The whole climate change enterprise has to proceed on the basis of a much more complicated, and other-regarding, philosophy, regarded as a game in which our willingness to incur costs with no certainty of reward (and if not us, who? and if not now, when?) changes the probability that others will do so. The ethics and political science applicable here are analyzed here [about 45s into the clip] and the consequences of getting it wrong here. We will more likely get it right to the extent that people like Feldstein don’t throw crossties across the tracks to show how smart and tough-minded and unsentimental they are, especially when they are as careless with the facts as David Roberts shows him to be. Even with a somewhat different strike zone, Feldstein doesn’t do any better.

Author: Michael O'Hare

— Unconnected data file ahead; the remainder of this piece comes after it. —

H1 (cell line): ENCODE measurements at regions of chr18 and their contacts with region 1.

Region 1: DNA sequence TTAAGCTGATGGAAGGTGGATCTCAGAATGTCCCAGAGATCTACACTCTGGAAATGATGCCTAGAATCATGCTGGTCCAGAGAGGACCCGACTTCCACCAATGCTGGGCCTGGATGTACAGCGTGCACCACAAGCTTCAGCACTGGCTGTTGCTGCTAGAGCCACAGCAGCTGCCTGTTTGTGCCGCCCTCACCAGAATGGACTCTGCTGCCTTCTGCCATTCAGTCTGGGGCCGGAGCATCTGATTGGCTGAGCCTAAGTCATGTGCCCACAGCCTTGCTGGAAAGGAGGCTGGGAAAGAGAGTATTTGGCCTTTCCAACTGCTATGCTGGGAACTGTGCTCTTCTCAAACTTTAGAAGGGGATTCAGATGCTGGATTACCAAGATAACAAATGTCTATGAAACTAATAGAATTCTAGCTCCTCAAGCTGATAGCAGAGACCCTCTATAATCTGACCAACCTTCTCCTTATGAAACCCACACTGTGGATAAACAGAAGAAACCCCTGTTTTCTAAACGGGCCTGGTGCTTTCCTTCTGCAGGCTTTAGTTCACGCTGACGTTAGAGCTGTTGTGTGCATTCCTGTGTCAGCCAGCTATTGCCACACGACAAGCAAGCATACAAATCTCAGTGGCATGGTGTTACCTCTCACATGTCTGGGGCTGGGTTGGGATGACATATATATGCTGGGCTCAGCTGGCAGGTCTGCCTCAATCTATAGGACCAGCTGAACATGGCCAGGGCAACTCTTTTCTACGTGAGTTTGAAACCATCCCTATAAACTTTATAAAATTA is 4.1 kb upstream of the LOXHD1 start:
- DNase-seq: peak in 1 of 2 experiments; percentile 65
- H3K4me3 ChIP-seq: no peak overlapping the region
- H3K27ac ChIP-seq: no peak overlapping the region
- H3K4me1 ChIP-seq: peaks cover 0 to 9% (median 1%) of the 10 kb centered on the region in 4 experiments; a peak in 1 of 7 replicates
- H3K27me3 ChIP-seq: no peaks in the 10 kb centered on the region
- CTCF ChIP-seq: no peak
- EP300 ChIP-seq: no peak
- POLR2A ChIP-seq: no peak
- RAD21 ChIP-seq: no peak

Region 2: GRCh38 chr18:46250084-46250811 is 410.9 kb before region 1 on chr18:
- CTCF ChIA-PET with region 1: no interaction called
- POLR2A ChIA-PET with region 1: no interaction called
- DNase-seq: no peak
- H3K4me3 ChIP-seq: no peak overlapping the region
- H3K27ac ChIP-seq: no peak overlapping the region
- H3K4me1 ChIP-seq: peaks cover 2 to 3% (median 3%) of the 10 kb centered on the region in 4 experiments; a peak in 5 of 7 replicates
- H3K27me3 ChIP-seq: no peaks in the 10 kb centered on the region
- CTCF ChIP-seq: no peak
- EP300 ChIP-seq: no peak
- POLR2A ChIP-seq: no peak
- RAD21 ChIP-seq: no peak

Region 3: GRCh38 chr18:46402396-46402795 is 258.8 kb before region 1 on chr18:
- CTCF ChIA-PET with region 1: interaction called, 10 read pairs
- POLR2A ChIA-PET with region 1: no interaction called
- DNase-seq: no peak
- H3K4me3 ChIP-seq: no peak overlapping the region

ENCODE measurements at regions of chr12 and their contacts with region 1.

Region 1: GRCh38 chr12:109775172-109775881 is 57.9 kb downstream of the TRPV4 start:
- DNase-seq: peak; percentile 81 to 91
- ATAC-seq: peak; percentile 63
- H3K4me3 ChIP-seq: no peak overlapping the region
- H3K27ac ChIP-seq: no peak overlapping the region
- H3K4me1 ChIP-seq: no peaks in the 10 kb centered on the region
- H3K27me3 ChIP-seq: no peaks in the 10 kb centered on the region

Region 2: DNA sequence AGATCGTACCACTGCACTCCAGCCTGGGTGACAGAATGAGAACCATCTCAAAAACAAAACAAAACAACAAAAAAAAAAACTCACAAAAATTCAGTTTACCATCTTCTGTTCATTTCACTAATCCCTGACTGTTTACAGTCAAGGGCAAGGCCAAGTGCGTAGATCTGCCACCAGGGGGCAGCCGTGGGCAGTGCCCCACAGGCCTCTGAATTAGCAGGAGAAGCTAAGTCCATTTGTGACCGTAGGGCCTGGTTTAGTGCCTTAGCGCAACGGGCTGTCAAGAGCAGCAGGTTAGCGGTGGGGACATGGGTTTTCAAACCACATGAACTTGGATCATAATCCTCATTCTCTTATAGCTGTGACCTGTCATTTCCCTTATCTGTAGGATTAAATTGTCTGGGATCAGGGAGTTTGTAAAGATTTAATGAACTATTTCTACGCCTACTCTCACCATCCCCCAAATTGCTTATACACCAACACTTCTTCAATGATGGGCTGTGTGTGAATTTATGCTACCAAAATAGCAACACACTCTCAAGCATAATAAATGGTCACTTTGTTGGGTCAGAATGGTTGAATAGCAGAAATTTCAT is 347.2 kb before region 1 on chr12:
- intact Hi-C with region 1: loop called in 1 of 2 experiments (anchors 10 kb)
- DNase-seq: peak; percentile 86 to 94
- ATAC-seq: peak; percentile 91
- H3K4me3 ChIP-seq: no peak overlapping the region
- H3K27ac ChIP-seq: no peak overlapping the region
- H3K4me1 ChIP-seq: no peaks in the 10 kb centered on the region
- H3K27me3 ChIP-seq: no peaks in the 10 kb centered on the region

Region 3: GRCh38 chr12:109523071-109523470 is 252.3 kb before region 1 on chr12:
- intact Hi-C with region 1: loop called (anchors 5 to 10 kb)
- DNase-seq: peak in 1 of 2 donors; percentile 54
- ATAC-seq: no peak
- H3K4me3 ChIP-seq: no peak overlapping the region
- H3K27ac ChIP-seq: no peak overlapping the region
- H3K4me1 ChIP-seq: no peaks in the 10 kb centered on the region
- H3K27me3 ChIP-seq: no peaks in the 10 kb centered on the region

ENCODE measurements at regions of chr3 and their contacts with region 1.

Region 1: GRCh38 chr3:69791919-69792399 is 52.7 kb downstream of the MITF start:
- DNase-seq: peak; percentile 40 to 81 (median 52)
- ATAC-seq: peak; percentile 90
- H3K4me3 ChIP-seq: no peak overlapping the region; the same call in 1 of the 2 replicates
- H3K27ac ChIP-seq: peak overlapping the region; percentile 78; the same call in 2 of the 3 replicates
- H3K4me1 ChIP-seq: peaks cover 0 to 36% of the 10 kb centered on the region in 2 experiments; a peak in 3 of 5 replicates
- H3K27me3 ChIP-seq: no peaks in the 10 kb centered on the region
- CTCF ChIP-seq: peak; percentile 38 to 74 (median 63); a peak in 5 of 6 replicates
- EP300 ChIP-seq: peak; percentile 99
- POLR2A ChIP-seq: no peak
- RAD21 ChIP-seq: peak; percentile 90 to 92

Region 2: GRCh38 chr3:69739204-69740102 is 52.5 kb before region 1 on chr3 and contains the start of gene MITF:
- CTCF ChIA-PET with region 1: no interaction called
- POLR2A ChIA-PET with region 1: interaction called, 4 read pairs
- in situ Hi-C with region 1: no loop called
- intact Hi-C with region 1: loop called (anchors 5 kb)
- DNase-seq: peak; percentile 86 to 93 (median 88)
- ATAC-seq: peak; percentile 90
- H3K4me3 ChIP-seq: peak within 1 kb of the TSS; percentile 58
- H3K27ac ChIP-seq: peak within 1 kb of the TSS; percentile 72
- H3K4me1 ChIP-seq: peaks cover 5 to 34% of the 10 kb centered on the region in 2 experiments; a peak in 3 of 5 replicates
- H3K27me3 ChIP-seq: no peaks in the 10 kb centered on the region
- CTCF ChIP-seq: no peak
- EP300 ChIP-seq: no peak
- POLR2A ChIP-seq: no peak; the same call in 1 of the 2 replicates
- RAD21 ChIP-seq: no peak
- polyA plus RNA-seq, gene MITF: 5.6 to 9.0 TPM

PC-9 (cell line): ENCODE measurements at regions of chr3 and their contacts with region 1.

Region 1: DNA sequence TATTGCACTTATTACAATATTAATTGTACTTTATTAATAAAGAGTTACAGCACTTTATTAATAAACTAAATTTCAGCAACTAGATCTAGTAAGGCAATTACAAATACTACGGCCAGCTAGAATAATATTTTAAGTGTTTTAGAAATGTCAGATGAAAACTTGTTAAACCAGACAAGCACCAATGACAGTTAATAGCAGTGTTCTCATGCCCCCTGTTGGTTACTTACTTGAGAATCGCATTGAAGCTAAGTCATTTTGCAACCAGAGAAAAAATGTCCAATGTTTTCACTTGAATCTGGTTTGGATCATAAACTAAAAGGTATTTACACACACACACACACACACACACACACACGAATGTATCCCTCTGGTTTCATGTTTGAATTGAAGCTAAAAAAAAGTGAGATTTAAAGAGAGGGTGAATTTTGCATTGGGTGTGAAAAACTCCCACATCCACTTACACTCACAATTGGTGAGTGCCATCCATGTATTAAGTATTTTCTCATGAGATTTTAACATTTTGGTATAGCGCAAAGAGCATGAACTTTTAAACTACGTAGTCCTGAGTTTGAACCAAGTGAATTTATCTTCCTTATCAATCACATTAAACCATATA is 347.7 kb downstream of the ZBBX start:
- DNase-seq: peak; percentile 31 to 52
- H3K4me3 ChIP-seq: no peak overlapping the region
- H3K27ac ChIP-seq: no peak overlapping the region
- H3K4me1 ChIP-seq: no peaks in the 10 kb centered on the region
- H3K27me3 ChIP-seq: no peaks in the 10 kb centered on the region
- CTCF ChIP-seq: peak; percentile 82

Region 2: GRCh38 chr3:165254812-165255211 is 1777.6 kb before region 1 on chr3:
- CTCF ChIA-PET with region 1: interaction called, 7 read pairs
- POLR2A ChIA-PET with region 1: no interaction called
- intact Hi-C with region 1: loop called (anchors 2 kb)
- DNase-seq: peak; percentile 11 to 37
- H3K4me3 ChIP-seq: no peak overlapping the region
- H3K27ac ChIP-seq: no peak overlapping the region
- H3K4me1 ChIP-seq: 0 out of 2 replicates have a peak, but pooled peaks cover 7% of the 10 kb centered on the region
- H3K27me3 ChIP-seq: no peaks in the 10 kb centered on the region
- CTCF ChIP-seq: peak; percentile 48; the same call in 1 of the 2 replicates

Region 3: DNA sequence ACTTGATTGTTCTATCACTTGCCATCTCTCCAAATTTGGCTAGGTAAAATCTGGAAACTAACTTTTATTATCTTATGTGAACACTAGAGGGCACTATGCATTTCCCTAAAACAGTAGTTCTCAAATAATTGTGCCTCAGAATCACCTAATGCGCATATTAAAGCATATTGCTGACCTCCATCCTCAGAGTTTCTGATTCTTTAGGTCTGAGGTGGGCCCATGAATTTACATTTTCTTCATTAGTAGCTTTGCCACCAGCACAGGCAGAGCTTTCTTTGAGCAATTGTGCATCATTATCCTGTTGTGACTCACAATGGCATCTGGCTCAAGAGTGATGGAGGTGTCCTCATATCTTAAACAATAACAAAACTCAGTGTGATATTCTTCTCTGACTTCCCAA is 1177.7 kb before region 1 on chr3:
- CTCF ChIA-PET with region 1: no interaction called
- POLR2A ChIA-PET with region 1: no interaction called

Professor of Public Policy at the Goldman School of Public Policy, University of California, Berkeley, Michael O'Hare was raised in New York City and trained at Harvard as an architect and structural engineer. Diverted from an honest career designing buildings by the offer of a job in which he could think about anything he wanted to and spend his time with very smart and curious young people, he fell among economists and such like, and continues to benefit from their generosity with on-the-job social science training. He has followed the process and principles of design into "nonphysical environments" such as production processes in organizations, regulation, and information management and published a variety of research in environmental policy, government policy towards the arts, and management, with special interests in energy, facility siting, information and perceptions in public choice and work environments, and policy design. His current research is focused on transportation biofuels and their effects on global land use, food security, and international trade; regulatory policy in the face of scientific uncertainty; and, after a three-decade hiatus, on NIMBY conflicts afflicting high speed rail right-of-way and nuclear waste disposal sites. He is also a regular writer on pedagogy, especially teaching in professional education, and co-edited the "Curriculum and Case Notes" section of the Journal of Policy Analysis and Management. Between faculty appointments at the MIT Department of Urban Studies and Planning and the John F. Kennedy School of Government at Harvard, he was director of policy analysis at the Massachusetts Executive Office of Environmental Affairs. He has had visiting appointments at Università Bocconi in Milan and the National University of Singapore and teaches regularly in the Goldman School's executive (mid-career) programs. At GSPP, O'Hare has taught a studio course in Program and Policy Design, Arts and Cultural Policy, Public Management, the pedagogy course for graduate student instructors, Quantitative Methods, Environmental Policy, and the introduction to public policy for its undergraduate minor, which he supervises. Generally, he considers himself the school's resident expert in any subject in which there is no such thing as real expertise (a recent project concerned the governance and design of California county fairs), but is secure in the distinction of being the only faculty member with a metal lathe in his basement and a 4×5 Ebony view camera. At the moment, he would rather be making something with his hands than writing this blurb.